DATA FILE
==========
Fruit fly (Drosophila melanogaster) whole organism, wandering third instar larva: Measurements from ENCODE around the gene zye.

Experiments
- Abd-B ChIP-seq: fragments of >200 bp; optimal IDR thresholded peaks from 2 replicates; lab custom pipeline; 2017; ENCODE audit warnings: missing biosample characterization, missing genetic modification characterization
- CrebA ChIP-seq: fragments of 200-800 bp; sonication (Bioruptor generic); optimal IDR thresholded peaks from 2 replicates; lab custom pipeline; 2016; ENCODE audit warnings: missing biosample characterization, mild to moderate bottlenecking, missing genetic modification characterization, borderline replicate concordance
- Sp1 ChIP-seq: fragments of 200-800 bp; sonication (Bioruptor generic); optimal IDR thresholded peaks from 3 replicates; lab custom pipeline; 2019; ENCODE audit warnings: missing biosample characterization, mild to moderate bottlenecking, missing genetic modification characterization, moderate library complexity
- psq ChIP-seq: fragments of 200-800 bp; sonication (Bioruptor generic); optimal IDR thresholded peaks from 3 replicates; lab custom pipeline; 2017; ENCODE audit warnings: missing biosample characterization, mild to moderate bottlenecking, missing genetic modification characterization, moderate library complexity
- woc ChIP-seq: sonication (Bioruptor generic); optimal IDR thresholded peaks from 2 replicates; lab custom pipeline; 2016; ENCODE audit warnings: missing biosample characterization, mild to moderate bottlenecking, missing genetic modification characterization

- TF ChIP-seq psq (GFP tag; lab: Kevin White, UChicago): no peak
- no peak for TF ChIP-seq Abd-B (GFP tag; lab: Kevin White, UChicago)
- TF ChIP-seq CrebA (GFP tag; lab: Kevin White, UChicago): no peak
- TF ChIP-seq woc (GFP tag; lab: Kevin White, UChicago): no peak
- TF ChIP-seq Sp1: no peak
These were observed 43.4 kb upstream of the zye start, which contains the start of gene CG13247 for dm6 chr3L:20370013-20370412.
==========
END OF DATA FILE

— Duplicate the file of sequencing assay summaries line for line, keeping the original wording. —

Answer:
Fruit fly (Drosophila melanogaster) whole organism, wandering third instar larva: Measurements from ENCODE around the gene zye.

Experiments
- Abd-B ChIP-seq: fragments of >200 bp; optimal IDR thresholded peaks from 2 replicates; lab custom pipeline; 2017; ENCODE audit warnings: missing biosample characterization, missing genetic modification characterization
- CrebA ChIP-seq: fragments of 200-800 bp; sonication (Bioruptor generic); optimal IDR thresholded peaks from 2 replicates; lab custom pipeline; 2016; ENCODE audit warnings: missing biosample characterization, mild to moderate bottlenecking, missing genetic modification characterization, borderline replicate concordance
- Sp1 ChIP-seq: fragments of 200-800 bp; sonication (Bioruptor generic); optimal IDR thresholded peaks from 3 replicates; lab custom pipeline; 2019; ENCODE audit warnings: missing biosample characterization, mild to moderate bottlenecking, missing genetic modification characterization, moderate library complexity
- psq ChIP-seq: fragments of 200-800 bp; sonication (Bioruptor generic); optimal IDR thresholded peaks from 3 replicates; lab custom pipeline; 2017; ENCODE audit warnings: missing biosample characterization, mild to moderate bottlenecking, missing genetic modification characterization, moderate library complexity
- woc ChIP-seq: sonication (Bioruptor generic); optimal IDR thresholded peaks from 2 replicates; lab custom pipeline; 2016; ENCODE audit warnings: missing biosample characterization, mild to moderate bottlenecking, missing genetic modification characterization

- TF ChIP-seq psq (GFP tag; lab: Kevin White, UChicago): no peak
- no peak for TF ChIP-seq Abd-B (GFP tag; lab: Kevin White, UChicago)
- TF ChIP-seq CrebA (GFP tag; lab: Kevin White, UChicago): no peak
- TF ChIP-seq woc (GFP tag; lab: Kevin White, UChicago): no peak
- TF ChIP-seq Sp1: no peak
These were observed 43.4 kb upstream of the zye start, which contains the start of gene CG13247 for dm6 chr3L:20370013-20370412.